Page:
I am ashamed to say that I was excited the day after his injury because I knew that there was no way that No. 8 (as former Laker point guard Tyronn Lue called him) would be the first to practice, if he would even be there at all.

As I walked through the training room, I became stricken with fear when I heard a ball bouncing. No, no, it couldn’t be! Yes it could. Kobe was already in a full sweat with a cast on his right arm and dribbling and shooting with his left.

Are you willing to have the type of work ethic that will separate yourself from the herd? (It should be noted that having an exceptional work ethic doesn’t simply mean doing it for longer and for harder; you should be striving to do it better and smarter as well.)

3. The 10% Rule. Don’t know how to develop a killer work ethic? Or where to start? Implement a 10% rule with your training. After all, if you train the same as everyone else, you will achieve the same results. Want to place your head above the crowd? Adopt the 10% rule and vow to do your sets and practices 10% better than everyone else. Sure, 10% may not sound like a lot right now, but the cumulative effect will be astounding.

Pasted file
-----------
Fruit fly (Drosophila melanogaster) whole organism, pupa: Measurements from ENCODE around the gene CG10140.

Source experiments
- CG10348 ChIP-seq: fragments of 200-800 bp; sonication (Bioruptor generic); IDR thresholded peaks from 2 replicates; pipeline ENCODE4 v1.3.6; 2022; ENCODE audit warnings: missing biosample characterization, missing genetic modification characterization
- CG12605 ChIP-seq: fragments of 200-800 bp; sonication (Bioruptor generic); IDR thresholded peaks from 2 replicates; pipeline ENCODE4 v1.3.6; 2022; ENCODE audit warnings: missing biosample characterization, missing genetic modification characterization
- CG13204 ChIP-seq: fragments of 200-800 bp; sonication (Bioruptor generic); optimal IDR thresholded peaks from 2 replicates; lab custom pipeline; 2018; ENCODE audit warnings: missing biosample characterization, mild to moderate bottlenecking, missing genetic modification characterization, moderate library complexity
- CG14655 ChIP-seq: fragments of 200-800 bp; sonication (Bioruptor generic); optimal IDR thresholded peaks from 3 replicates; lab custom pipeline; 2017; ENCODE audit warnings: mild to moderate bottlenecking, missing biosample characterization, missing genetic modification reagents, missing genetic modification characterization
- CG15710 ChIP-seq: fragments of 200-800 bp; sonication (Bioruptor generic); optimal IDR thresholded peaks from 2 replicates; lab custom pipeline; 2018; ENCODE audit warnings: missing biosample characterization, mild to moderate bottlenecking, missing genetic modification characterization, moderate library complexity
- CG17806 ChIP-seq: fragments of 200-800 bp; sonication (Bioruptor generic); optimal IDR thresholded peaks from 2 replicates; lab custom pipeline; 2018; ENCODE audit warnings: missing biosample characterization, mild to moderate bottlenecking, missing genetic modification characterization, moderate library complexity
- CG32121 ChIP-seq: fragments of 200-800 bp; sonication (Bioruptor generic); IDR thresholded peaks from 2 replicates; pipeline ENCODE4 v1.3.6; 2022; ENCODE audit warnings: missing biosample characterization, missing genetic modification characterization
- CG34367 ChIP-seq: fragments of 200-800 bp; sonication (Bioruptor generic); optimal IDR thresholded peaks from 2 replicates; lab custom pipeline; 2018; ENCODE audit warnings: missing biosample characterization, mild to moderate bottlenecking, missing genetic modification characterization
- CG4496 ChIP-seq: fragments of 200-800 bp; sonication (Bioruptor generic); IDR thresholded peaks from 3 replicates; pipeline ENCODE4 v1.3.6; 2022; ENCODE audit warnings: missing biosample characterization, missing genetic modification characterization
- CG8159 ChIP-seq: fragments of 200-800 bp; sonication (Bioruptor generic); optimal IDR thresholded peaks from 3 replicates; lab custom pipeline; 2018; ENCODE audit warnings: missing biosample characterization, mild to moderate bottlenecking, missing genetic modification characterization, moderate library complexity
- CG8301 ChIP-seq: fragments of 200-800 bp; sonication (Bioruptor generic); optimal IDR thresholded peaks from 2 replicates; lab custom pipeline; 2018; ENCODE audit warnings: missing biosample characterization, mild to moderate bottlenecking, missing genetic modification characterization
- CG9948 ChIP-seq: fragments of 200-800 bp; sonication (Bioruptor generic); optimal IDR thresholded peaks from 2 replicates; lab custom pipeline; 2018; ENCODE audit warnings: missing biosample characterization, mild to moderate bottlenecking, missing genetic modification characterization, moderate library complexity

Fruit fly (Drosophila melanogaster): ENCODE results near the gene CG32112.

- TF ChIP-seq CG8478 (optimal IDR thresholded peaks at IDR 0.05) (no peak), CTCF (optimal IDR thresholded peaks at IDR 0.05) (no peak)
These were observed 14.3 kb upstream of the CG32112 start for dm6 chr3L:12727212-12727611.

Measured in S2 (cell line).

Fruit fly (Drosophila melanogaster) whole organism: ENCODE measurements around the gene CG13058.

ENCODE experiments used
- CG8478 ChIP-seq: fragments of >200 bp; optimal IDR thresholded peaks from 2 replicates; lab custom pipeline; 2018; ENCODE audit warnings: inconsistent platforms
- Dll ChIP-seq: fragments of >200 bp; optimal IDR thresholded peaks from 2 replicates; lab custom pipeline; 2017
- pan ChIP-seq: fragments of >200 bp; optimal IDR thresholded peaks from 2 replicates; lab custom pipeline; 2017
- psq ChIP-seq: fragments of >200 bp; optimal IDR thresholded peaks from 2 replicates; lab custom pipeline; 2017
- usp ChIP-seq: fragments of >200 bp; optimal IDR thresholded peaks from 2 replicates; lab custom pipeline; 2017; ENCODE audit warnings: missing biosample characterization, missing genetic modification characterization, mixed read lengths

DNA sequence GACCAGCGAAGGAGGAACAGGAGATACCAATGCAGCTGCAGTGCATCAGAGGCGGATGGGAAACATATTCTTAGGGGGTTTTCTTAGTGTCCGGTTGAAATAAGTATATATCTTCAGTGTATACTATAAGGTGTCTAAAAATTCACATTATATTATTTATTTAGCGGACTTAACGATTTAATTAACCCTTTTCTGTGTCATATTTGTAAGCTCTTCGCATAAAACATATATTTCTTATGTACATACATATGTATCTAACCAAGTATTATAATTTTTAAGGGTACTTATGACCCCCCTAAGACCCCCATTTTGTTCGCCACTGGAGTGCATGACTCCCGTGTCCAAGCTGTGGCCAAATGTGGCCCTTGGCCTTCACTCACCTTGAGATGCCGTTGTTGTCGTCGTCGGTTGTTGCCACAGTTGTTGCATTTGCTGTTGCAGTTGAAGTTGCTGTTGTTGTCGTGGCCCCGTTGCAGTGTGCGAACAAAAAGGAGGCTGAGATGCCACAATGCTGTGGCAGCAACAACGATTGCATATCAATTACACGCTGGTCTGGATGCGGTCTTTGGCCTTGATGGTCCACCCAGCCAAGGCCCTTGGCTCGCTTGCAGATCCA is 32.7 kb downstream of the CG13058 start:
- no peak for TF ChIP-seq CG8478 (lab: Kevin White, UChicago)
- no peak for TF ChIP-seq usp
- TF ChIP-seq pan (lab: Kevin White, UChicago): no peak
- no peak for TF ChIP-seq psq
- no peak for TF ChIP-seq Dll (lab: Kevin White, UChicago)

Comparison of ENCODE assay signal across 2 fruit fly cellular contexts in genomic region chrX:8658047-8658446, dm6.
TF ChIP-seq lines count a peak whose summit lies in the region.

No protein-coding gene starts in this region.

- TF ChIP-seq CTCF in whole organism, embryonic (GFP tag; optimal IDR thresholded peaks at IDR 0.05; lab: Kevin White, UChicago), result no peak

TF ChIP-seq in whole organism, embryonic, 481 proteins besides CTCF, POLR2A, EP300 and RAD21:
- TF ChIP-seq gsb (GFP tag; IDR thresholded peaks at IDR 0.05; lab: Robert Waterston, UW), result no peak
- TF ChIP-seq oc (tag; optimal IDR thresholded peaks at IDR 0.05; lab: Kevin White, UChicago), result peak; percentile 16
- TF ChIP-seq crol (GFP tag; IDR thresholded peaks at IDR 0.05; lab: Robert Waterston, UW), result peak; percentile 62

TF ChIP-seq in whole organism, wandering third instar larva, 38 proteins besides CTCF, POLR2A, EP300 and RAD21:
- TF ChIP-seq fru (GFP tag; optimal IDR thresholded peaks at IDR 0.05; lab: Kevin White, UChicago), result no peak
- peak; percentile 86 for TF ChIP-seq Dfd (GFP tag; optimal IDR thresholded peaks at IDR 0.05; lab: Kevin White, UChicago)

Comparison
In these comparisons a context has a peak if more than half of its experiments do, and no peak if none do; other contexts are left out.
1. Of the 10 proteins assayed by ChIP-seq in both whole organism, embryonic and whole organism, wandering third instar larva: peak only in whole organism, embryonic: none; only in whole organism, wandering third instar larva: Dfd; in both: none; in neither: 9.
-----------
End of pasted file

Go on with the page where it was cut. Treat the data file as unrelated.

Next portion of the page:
4. If you don’t know why you are doing something, ask coach for clarification. Pool time and your energy are limited, so make sure that you are spending your time and energy in a manner which serves a specific goal. If you find yourself confused for why you are doing a specific set, inquire. Swimming through a set because you don’t have a target or objective in mind is a waste of valuable training time.

5. Emulate race conditions. Training is all about developing the skill and physical ability to swim fast on competition day. On those sets and reps that require your max effort, envision your competition in the lane next to you. This will help condition your racing instinct for the next time you step up on the blocks, and also make your training more focused.

6. Break out faster than acne on a regular basis. Every session is an opportunity to improve your turns and breakouts. It’s great when there are periods in a workout when coach designates as a time to work specifically on these skills, but realistically, to get exceptional at these you should make them habit, something you just do.